This is all well and good, except it seems to me to be a massive and flagrant violation of the Fourth Amendment to the Constitution, wherein we’re all supposed to be safe from unreasonable searches and seizures. If I’m coming back from either Mexico or Canada—or overseas of course—it’s more than reasonable for me to be subjected to a border crossing and customs interview. But, I have the absolute right to travel unhindered and without being accosted within the country, as long as I’m not committing any crimes. Period.

Now, of course, driving a car is a privilege, not a right. Which is why your privilege to drive can be suspended by the states if you break enough traffic laws, or for other reasons. Indeed, the Fourth Amendment protections change when it comes to a vehicle; unlike a search of my home, which requires a warrant, a search of my car only requires probable cause. If I’m speeding down the road, and an officer pulls me over for that infraction and then subsequently smells the strong odor of marijuana coming from me and my car, he has probable cause to search my vehicle.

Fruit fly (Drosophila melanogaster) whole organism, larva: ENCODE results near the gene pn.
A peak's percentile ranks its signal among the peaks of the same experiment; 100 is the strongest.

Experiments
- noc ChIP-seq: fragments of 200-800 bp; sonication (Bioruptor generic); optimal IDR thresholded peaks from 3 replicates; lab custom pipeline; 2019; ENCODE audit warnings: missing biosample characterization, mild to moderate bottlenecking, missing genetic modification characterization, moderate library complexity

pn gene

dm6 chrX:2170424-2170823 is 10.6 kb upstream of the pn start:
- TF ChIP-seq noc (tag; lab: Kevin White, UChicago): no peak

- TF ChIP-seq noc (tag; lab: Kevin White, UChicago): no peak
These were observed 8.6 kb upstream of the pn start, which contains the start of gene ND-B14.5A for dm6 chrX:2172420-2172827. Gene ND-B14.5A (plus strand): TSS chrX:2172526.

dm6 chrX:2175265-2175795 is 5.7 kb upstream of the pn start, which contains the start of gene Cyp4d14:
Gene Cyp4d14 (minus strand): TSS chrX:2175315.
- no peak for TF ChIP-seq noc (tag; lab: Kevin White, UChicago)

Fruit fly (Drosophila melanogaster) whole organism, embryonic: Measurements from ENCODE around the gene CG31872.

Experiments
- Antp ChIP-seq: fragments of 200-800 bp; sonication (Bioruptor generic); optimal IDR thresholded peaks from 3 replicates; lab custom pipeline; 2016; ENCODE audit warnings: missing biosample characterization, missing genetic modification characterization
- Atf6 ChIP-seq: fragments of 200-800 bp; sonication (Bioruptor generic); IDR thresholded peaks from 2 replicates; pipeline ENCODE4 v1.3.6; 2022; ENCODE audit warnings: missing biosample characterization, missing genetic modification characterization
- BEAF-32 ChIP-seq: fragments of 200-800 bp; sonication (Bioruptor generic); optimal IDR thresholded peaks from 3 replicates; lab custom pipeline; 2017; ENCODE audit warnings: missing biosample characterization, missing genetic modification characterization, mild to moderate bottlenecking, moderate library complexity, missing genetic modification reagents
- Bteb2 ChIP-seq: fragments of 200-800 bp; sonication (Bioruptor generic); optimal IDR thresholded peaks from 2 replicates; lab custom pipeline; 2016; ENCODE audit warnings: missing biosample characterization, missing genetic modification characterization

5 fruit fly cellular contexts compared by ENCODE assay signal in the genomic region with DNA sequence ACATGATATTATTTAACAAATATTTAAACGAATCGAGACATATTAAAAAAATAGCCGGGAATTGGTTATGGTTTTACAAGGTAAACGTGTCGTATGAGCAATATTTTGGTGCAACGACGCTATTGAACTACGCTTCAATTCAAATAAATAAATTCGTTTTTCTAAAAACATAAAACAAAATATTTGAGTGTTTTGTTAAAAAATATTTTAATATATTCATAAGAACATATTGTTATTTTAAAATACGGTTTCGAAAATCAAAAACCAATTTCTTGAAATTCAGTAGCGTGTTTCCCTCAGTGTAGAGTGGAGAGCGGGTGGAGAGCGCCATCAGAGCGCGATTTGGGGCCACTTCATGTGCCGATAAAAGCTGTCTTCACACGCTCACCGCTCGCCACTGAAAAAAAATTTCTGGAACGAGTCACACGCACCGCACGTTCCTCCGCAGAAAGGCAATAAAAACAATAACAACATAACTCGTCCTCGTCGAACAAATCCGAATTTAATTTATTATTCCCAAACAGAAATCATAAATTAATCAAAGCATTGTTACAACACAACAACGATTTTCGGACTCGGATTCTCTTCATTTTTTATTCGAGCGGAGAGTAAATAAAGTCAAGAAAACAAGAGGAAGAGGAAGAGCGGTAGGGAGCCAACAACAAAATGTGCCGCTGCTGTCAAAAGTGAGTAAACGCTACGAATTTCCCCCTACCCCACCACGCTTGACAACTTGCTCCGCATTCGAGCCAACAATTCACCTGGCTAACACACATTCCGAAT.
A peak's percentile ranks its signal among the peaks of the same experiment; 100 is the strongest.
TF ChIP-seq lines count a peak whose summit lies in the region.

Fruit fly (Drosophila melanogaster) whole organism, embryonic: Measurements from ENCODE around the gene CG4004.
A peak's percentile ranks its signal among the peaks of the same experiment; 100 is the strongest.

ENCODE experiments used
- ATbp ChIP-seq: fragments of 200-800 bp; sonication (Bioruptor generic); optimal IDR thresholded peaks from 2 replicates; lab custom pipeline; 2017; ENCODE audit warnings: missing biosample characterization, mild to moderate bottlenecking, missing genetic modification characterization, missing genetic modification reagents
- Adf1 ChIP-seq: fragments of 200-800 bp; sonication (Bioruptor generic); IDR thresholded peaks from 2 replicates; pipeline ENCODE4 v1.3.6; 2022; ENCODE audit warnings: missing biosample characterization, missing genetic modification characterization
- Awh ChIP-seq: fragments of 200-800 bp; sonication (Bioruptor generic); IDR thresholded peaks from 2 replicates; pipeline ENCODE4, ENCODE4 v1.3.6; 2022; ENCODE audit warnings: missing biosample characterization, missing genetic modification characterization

These border patrol checkpoints, however, are a different animal. I’m not committing any traffic infractions which rise to reasonable suspicion, and I am certainly not committing any actions that would rise to probable cause for a search. I’m merely driving down a freeway or highway, minding my own business. Yet, it is perfectly constitutional and legal—under a Supreme Court case called United States v. Martinez-Fuerte 428 U.S. 543 (1976)—for a border patrol agent to ask me to stop my car, and then proceed to interrogate me about where I’m from and where I’m going and if I’m a U.S. citizen. This, to me, is outrageous.

There has been some success, however, by some citizens refusing to answer questions and even refusing to be stopped at the secondary checkpoint. I would say this needs to be the standard response by any citizen who is just traveling from Point A to Point B within the United States. Unless you have probable cause to seize me and subsequently try to search me, I’m not going to answer your questions. This Supreme Court decision needs to be revisited, especially in the current climate regarding concern over a growing police state in this country. As long as I’m minding my own business and not violating any laws, leave me in peace; this is the heart of the Fourth Amendment.